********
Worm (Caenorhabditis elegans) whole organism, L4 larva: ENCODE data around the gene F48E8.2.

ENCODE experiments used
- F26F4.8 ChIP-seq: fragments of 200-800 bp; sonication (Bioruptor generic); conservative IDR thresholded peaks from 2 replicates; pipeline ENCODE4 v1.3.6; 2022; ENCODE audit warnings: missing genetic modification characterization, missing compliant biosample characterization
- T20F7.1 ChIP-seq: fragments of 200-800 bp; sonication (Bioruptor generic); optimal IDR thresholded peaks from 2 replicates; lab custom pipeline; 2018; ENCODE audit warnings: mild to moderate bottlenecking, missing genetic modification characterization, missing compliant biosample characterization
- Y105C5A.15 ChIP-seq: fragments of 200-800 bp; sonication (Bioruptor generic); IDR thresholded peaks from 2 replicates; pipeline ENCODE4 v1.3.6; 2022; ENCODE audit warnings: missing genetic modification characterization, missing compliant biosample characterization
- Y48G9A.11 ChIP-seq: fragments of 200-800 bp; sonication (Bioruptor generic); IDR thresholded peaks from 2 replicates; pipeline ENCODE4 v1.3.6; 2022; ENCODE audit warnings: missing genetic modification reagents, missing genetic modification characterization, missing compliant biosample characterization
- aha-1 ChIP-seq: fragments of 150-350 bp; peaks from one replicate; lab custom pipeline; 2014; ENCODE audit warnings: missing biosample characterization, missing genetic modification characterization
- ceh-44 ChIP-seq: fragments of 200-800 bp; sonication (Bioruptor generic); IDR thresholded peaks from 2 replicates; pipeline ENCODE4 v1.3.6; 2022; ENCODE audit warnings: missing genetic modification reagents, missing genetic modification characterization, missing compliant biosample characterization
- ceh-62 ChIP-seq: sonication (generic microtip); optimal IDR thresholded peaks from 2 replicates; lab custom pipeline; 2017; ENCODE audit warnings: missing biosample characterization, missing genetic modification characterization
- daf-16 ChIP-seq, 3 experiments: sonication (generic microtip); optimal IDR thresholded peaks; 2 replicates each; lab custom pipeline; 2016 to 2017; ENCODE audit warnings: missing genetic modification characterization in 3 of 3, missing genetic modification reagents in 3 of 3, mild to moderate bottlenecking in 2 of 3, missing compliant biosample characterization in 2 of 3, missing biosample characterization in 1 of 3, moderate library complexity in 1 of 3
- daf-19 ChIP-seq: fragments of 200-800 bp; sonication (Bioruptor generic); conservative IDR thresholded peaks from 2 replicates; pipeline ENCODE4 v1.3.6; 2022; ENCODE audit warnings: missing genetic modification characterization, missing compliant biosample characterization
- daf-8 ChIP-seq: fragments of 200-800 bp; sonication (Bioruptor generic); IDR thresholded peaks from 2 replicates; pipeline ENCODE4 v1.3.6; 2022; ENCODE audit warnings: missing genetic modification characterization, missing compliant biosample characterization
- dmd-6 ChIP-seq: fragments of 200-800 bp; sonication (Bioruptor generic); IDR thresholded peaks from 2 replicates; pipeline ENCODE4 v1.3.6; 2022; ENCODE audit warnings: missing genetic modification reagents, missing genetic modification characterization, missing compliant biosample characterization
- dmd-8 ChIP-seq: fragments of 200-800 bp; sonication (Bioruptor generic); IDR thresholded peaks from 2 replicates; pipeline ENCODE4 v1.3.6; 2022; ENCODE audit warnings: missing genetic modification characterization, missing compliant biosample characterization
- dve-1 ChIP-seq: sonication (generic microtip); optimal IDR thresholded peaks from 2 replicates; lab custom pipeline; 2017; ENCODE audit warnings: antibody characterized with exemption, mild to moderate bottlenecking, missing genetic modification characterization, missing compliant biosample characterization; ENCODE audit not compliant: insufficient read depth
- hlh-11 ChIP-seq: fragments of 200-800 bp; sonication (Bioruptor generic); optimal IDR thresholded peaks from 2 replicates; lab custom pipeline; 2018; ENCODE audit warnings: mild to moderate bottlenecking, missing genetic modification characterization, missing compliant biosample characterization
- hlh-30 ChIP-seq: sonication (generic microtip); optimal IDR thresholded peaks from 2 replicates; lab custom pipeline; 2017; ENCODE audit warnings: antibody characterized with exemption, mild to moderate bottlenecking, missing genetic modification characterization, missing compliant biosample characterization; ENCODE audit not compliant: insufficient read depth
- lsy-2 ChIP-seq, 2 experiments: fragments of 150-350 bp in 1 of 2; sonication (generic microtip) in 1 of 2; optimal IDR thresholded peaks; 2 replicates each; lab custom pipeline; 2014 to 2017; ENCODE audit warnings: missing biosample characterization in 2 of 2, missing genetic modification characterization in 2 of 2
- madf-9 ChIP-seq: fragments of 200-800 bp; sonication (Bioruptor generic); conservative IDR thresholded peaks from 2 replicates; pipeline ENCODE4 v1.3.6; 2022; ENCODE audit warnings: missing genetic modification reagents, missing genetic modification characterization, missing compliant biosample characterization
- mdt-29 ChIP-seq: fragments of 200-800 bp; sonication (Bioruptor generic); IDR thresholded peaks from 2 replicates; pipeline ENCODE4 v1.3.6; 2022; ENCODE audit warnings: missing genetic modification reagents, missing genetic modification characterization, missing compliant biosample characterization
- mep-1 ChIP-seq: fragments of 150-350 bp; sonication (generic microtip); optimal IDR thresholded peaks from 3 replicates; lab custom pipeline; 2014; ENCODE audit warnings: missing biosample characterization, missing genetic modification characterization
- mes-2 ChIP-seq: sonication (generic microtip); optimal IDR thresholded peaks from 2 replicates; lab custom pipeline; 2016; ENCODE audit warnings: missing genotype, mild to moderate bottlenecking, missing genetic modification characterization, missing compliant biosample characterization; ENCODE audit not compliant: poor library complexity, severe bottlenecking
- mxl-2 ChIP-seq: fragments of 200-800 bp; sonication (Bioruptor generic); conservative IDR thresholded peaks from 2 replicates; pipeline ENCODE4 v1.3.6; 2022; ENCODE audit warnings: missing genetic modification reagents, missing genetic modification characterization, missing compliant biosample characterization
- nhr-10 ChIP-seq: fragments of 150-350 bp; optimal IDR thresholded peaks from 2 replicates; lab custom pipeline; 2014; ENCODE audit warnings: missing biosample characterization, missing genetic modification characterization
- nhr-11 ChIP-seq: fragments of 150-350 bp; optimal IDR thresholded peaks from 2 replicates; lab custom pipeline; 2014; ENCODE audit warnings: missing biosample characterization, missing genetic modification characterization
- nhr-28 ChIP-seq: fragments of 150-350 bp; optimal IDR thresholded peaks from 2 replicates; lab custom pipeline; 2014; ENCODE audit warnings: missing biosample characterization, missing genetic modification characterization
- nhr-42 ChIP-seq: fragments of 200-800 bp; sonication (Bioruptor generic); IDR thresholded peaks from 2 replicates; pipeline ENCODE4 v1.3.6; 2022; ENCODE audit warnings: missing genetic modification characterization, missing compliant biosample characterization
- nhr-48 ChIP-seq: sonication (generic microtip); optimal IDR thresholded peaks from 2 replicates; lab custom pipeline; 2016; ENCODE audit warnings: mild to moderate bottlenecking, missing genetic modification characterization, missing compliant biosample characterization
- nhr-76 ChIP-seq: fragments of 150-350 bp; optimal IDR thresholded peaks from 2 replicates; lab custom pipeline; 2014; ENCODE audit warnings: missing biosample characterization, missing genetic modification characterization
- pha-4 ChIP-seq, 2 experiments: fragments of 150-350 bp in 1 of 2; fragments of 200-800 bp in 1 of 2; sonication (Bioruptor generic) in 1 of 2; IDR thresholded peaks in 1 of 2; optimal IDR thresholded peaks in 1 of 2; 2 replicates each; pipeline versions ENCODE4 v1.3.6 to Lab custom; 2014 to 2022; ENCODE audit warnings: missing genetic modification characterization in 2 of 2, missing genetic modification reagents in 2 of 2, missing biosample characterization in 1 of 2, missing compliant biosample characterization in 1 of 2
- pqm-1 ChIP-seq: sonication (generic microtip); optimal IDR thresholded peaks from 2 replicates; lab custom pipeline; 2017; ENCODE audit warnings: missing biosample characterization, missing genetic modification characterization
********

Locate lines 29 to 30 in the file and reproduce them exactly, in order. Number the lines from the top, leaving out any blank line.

- nhr-76 ChIP-seq: fragments of 150-350 bp; optimal IDR thresholded peaks from 2 replicates; lab custom pipeline; 2014; ENCODE audit warnings: missing biosample characterization, missing genetic modification characterization
- pha-4 ChIP-seq, 2 experiments: fragments of 150-350 bp in 1 of 2; fragments of 200-800 bp in 1 of 2; sonication (Bioruptor generic) in 1 of 2; IDR thresholded peaks in 1 of 2; optimal IDR thresholded peaks in 1 of 2; 2 replicates each; pipeline versions ENCODE4 v1.3.6 to Lab custom; 2014 to 2022; ENCODE audit warnings: missing genetic modification characterization in 2 of 2, missing genetic modification reagents in 2 of 2, missing biosample characterization in 1 of 2, missing compliant biosample characterization in 1 of 2